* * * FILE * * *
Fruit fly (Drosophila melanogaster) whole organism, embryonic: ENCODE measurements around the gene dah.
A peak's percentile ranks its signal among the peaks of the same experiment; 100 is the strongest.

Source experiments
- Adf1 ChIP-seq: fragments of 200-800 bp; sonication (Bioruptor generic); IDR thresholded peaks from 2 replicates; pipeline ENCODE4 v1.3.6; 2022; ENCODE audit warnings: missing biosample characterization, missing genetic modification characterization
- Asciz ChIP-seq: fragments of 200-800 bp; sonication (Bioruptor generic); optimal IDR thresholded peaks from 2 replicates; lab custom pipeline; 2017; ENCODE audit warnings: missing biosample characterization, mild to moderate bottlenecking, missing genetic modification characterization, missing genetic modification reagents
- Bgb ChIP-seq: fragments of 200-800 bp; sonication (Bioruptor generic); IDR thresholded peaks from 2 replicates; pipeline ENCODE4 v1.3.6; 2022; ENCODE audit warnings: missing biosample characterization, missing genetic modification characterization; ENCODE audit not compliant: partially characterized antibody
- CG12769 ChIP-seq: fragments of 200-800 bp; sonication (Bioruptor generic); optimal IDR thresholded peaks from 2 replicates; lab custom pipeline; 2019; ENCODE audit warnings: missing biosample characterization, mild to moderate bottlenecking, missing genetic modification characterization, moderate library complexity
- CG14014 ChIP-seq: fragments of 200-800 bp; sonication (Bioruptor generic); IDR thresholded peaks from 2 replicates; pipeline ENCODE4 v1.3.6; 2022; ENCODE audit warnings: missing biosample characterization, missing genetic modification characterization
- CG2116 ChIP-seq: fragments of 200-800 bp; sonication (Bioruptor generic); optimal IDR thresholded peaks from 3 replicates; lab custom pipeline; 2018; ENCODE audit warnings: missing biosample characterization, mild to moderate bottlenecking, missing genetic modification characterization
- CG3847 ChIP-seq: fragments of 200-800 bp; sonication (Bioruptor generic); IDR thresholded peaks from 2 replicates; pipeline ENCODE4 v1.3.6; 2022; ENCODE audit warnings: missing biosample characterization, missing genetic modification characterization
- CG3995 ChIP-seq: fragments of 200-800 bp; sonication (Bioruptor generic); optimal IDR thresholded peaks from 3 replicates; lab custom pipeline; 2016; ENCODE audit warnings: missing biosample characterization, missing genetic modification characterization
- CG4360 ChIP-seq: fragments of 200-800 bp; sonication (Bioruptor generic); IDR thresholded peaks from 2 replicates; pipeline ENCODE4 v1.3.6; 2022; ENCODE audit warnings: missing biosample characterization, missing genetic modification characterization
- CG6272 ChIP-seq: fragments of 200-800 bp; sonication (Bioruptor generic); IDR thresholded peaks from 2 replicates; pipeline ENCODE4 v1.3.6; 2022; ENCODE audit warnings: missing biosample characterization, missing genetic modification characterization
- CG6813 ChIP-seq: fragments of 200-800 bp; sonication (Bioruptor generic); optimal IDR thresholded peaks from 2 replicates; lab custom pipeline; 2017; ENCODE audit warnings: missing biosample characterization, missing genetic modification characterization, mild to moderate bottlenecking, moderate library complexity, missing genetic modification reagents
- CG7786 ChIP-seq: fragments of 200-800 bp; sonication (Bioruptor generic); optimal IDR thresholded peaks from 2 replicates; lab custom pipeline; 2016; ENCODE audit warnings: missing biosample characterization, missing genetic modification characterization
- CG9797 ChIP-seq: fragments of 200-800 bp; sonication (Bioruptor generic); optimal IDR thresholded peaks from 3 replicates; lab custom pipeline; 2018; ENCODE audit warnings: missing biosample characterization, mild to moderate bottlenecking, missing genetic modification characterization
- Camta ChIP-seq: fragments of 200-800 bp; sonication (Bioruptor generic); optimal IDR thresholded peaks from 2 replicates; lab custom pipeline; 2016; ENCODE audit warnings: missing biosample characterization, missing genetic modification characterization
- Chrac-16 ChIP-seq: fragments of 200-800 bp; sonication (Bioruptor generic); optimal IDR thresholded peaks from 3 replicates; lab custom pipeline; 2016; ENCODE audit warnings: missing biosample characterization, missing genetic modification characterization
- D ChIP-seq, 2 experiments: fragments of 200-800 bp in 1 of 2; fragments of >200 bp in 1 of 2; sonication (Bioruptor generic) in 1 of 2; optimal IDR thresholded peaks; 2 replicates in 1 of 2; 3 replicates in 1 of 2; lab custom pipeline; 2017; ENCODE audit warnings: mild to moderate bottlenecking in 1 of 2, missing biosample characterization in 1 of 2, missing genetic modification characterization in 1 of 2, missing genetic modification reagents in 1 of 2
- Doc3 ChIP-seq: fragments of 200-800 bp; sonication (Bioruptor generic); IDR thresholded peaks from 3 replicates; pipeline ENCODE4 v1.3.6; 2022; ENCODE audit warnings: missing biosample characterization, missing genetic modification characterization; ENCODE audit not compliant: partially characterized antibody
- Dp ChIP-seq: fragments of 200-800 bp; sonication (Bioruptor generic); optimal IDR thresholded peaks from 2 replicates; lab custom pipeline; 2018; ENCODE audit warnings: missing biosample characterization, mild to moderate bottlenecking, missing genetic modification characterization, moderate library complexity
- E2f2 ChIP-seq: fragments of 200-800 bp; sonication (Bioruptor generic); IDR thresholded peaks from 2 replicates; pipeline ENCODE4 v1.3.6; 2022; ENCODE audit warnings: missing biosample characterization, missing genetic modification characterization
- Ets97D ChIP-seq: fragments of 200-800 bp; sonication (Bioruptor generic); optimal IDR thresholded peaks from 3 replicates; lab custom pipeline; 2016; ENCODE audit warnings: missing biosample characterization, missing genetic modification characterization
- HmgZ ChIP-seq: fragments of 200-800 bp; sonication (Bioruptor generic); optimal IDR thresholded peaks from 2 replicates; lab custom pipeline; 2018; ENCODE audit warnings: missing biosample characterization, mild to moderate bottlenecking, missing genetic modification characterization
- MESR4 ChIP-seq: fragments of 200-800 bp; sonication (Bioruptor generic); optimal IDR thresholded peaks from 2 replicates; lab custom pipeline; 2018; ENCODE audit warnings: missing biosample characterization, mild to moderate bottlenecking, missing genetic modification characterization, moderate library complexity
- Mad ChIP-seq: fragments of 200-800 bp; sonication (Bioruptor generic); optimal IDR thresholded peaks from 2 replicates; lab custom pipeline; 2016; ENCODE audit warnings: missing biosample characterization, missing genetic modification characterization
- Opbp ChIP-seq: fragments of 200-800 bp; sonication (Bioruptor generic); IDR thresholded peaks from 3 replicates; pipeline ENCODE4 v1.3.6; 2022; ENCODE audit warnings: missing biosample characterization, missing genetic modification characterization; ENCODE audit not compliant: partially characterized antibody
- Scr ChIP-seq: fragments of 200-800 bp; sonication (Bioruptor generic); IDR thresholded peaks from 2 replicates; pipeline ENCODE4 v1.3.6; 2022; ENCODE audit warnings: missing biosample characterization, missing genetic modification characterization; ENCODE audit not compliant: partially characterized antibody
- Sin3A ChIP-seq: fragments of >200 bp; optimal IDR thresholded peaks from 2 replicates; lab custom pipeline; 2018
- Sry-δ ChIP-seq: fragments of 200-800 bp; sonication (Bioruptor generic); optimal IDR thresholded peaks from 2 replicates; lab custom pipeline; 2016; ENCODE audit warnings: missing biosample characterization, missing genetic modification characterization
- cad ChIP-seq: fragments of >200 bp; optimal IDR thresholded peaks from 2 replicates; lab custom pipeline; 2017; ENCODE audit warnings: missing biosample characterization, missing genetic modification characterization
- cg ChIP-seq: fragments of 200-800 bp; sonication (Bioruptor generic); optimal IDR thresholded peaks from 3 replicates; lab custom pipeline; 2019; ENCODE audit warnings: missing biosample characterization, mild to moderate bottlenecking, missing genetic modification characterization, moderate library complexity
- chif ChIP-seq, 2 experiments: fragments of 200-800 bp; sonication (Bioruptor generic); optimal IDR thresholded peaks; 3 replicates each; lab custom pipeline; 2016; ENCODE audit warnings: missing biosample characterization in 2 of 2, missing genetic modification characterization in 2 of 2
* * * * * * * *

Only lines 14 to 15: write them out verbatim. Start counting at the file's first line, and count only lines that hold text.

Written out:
- CG6813 ChIP-seq: fragments of 200-800 bp; sonication (Bioruptor generic); optimal IDR thresholded peaks from 2 replicates; lab custom pipeline; 2017; ENCODE audit warnings: missing biosample characterization, missing genetic modification characterization, mild to moderate bottlenecking, moderate library complexity, missing genetic modification reagents
- CG7786 ChIP-seq: fragments of 200-800 bp; sonication (Bioruptor generic); optimal IDR thresholded peaks from 2 replicates; lab custom pipeline; 2016; ENCODE audit warnings: missing biosample characterization, missing genetic modification characterization